As I zipped up my suitcase, the knot in my stomach grew tighter and tighter. Was I forgetting anything? What if they needed me? Should I make my Midwestern kids practice a tsunami drill, just in case?
Leaving your kids while you travel is never easy.
There are lots of logistics to planning a grown-up getaway and many parents skip adult vacations altogether because it’s too overwhelming to think about leaving. But escaping for some time alone or with your spouse is always a brave act of self-care and is a healthy part of parenting.
If you’ve been thinking about a little trip away from your kids, here’s a guide to make sure that the stress of leaving doesn’t keep you from the adventures that await.
Your Guide to Leaving Your Kids While You Travel
Make sure your will is up to date
It’s the worst case scenario but if something where to happen you need to have something in place to let your family know what to do. Make sure you let people know where this document is kept.
Prepare your kids mentally
Talk about your absence ahead of time so your kids have to time adjust and ask questions. Make sure they feel reassured about the plan and address any concerns they have. They might surprise you with the small worry that’s heavy on their minds – like will the babysitter know how to sing my favorite song?
Make a general schedule for your caregivers
Even if grandparents or other family are the ones helping out, take some time to type up a general schedule and some specific details about how your kids typically spend their days. It’s not meant to dictate their time together but if they don’t spend a significant amount of time with your kids, it can be helpful to have your instructions to guide them. Make sure to list any important family rules, espeically if you have older kids who might try and take advantage of a new caregiver. I also like to have details about proceedures like the pick up line at school or bedtime routines so that it’s easier on everyone.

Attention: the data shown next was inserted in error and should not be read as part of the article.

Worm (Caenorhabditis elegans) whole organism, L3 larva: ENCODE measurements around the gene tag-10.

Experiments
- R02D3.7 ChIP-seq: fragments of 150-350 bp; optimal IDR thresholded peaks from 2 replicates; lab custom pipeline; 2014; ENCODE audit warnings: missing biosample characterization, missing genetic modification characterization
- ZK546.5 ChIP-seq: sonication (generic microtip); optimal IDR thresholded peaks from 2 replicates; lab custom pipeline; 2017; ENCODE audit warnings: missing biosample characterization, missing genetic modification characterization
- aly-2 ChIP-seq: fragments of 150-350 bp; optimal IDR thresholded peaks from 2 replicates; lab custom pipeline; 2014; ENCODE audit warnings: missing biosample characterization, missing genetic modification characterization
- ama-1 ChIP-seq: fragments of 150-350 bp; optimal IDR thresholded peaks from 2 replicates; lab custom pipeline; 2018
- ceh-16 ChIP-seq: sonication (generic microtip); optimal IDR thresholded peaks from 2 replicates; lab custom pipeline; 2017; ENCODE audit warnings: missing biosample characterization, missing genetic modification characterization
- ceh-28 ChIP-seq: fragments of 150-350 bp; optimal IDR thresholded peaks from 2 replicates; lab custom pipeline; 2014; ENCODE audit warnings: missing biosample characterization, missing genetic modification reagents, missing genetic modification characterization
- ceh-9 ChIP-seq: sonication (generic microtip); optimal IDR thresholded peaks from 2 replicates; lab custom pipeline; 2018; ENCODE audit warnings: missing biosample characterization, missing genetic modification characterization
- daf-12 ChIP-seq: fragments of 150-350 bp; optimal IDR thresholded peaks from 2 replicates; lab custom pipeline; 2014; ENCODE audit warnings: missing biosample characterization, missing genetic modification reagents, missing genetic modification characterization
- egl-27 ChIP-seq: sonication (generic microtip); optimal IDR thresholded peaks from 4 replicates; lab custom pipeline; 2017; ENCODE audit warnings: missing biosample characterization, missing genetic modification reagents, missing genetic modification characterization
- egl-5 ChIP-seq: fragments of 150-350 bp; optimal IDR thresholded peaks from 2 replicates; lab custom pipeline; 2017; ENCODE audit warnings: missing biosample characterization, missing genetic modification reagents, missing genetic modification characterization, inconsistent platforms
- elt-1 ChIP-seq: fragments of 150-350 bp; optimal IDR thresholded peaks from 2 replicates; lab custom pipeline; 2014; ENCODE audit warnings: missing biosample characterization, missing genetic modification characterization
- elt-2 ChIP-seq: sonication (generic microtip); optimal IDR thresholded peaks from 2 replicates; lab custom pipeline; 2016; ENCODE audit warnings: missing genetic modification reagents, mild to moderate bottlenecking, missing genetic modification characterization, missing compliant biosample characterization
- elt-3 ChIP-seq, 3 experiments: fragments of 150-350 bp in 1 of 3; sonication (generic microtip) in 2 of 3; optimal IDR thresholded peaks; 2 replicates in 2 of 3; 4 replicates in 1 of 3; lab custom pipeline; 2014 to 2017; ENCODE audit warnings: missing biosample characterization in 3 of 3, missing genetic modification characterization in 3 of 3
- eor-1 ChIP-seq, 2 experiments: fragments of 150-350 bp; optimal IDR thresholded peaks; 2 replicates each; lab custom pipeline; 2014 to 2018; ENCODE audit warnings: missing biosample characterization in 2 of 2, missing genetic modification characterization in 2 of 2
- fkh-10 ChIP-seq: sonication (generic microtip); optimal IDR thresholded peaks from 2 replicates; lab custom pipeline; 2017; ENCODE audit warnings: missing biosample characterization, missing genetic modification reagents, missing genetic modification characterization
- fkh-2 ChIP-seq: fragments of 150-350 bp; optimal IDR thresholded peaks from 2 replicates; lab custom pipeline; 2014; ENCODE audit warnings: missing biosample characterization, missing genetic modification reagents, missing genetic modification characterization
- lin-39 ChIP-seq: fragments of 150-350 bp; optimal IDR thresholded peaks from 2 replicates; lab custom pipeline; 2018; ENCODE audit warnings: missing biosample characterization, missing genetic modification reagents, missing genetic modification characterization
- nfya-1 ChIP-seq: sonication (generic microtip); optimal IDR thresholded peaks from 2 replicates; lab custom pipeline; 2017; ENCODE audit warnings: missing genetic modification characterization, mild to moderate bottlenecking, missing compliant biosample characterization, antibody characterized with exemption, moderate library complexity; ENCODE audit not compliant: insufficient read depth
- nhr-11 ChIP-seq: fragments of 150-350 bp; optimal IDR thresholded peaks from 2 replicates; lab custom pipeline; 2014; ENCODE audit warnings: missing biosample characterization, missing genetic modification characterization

Leave some fun surprises for your kids
It’s fun to tuck special notes under their pillows or leave a envelope per day to open with a short note or knock-knock joke. These little surprises help kids feel like you’re thinking of them and let them focus on the fun part of being away from mom or dad. It doesn’t have to be anything elaborate, just something little to let them know you’re thinking of them. I’ve also left a new movie or game sometimes, to give the kids and their sitter something fun to look forward to.
Stock the fridge
If your kids are staying at your house, make sure to stock the fridge with easy meals and basics for lunch making and snacks. I like freezer meals (homemade or store-bought) that give our caregivers options but don’t have to be used up if they decide to do something different. You could even schedule a grocery delivery if you wanted to make it really simple.
Medical Release Forms
It’s a good idea to leave a simple medical release form that gives your caretaker permission to seek medical treatment if needed. There are sample ones online and you can print it out. Make sure to include your insurance information for your child on the form. We’ve had to send my kids to the doctor with a caregiver more than once and this permission form makes it a little easier. Just be advised that each doctor’s office has a different policy and may need other forms of treatment authorization.
Activate Your Tribe
If you’ve got a strong support network around you, don’t be afraid to activate it when you’re headed out of town. Even if it’s just to be on standby as a back-up plan, it’s ok to let people know you need some help. Most people are more than willing to help out and will appreciate being asked, especially since it means you can reciprocate.
Let Go (without guilt)
Finally, you’ll reach the point where you have to let go. For some parents that’s easier said than done. Remind yourself that your kids are in great hands and that you’re only a phone call away…and then get on the plane and enjoy yourself. You’ve earned a break to relax and be a grown-up, so take advantage of every minute and know that your kids are having a fantastic time without you!
Does the guilt go away?
Yes, yes it does…as you’re sipping your Mai Tai poolside or quietly stroll with your partner along the sidewalk, you’ll feel that knot in your stomach completely unfurl and you’ll wonder why it’s taken so long for you to do this. Plus, you’ll rest assured that you’ve prepped your kids and your caretaker for everything they’ll need while you’re away…even if a tsunami hits Indiana.
What’s your best tip for leaving your kids while you travel? What’s the hardest thing about leaving your kids for a grown-up getaway?
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